Item Details

Labor and the Class Idea in the United States and Canada

Barry Eidlin (McGill University)
Format
Book
Published
Cambridge, United Kingdom : Cambridge University Press, 2018.
Language
English
Series
Cambridge Studies in Contentious Politics
ISBN
9781107106703, 1107106702, 9781107514416, 110751441X
Summary
Why are unions weaker in the U.S. than in Canada, two otherwise similar countries? This difference has shaped politics, policy, and levels of inequality. Conventional wisdom points to differences in political cultures, party systems, and labor laws. But Barry Eidlin's systematic analysis of archival and statistical data shows the limits of conventional wisdom, and presents a novel explanation for the cross-border difference. He shows that it resulted from different ruling party responses to worker upsurge during the Great Depression and World War II. Paradoxically, U.S. labor's long-term decline resulted from what was initially a more pro-labor ruling party response, while Canadian labor's relative long-term strength resulted from a more hostile ruling party response. These struggles embedded "the class idea" more deeply in policies, institutions, and practices than in the U.S. In an age of growing economic inequality and broken systems of political representation, Eidlin's analysis offers insight for these trends, as well as those seeking to change them.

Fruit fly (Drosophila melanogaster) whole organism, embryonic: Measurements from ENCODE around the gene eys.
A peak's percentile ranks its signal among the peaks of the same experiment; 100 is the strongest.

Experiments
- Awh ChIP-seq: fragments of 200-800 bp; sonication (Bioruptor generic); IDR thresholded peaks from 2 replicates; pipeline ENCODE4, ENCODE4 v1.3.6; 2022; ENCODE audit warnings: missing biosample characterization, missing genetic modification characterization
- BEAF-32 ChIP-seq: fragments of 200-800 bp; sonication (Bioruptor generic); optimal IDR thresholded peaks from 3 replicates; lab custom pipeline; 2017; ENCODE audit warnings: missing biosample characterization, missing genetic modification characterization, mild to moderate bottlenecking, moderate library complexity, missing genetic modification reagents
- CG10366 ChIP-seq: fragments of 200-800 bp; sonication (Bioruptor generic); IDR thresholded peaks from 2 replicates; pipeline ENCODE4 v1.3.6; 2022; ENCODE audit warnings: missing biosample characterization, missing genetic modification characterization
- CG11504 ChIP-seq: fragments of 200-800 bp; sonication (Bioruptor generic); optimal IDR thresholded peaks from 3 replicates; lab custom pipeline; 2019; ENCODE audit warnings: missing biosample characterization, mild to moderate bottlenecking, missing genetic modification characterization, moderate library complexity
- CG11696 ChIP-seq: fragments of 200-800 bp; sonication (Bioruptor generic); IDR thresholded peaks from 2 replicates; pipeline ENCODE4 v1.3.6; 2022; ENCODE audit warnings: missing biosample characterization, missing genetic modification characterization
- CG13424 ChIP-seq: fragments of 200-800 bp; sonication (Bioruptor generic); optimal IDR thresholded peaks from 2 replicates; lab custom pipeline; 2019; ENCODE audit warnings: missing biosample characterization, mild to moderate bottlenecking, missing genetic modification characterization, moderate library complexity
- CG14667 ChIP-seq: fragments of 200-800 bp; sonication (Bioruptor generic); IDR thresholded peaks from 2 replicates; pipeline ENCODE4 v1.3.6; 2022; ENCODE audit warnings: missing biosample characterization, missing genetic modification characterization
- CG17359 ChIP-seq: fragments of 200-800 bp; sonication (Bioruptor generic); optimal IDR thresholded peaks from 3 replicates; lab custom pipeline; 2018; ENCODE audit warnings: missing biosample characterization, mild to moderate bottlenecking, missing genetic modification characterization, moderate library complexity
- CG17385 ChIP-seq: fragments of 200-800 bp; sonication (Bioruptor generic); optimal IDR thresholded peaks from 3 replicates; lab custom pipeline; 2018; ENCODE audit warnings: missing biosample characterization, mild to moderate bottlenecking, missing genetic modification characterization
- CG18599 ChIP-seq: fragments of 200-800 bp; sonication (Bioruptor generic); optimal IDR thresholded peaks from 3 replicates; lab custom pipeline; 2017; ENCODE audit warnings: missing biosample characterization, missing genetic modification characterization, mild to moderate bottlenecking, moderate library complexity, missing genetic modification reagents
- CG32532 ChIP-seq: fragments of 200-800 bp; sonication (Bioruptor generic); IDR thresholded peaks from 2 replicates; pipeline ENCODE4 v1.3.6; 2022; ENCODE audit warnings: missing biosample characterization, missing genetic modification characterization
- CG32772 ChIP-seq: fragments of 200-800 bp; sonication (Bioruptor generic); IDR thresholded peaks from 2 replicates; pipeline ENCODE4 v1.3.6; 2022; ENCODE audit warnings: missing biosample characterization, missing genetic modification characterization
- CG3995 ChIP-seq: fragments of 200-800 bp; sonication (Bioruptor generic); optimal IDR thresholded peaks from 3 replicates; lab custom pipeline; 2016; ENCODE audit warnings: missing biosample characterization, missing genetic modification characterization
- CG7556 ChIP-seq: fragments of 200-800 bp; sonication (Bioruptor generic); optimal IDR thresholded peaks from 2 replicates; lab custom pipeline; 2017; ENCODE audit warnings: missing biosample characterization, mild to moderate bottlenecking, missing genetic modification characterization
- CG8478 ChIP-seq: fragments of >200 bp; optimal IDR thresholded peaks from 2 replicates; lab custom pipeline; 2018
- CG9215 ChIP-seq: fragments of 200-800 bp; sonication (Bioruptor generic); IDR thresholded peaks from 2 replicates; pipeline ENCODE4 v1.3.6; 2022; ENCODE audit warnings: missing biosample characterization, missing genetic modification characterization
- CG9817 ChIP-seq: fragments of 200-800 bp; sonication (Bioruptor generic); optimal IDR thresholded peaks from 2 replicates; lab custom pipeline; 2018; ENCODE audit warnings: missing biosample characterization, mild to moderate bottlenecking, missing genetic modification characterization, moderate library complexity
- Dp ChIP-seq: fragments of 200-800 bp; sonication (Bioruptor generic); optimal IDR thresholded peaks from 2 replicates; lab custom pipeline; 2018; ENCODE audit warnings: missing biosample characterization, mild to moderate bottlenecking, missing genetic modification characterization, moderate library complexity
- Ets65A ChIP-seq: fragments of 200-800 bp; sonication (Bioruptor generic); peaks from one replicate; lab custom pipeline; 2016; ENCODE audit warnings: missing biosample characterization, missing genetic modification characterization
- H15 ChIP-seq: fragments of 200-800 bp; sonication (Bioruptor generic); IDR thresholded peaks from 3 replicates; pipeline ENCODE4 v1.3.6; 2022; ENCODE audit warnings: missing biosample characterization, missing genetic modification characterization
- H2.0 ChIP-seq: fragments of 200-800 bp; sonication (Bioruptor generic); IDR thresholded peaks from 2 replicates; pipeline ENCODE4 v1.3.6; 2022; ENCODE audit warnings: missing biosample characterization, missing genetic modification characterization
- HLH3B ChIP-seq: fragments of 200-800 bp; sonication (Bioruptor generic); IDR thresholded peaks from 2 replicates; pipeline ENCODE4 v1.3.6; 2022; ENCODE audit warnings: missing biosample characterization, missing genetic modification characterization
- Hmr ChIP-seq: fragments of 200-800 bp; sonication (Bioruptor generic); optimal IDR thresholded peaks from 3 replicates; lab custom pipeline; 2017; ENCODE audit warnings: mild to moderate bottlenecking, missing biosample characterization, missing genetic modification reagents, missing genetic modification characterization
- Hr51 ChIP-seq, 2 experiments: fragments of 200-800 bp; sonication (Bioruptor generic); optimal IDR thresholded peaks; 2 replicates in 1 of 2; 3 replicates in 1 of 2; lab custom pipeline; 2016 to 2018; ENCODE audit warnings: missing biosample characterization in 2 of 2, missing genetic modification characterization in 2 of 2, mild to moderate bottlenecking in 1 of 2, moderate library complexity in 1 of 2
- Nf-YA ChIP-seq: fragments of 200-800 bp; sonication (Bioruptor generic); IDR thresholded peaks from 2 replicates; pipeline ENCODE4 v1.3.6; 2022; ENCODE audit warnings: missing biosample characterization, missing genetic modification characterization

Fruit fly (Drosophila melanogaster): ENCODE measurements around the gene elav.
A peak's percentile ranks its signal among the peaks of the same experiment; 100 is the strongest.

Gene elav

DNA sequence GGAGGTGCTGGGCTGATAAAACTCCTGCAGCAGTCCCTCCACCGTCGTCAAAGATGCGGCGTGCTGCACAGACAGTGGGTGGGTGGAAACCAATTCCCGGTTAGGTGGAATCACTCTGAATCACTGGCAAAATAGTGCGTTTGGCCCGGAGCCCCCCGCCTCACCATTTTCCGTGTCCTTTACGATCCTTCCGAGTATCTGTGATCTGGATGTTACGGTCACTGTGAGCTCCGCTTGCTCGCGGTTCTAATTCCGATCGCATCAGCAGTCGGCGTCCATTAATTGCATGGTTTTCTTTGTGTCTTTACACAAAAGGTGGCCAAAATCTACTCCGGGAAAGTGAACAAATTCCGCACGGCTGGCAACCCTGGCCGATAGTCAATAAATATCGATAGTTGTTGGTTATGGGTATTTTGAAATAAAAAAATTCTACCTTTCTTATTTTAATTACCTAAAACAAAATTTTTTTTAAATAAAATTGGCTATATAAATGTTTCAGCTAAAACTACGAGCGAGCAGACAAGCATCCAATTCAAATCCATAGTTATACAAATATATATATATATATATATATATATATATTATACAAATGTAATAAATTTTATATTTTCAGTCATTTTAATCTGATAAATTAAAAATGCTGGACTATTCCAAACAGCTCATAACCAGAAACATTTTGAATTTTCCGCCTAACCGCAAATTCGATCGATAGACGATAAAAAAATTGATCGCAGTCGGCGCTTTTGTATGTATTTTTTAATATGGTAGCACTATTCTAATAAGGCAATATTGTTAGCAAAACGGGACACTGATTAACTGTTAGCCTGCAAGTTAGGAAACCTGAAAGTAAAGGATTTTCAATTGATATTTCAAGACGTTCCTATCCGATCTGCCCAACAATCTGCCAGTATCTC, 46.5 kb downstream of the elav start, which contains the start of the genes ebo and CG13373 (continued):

Description
xxiii, 362 pages : illustrations, maps ; 24 cm.
Notes
Includes bibliographical references (pages 297-342) and index.
Technical Details
  • Access in Virgo Classic

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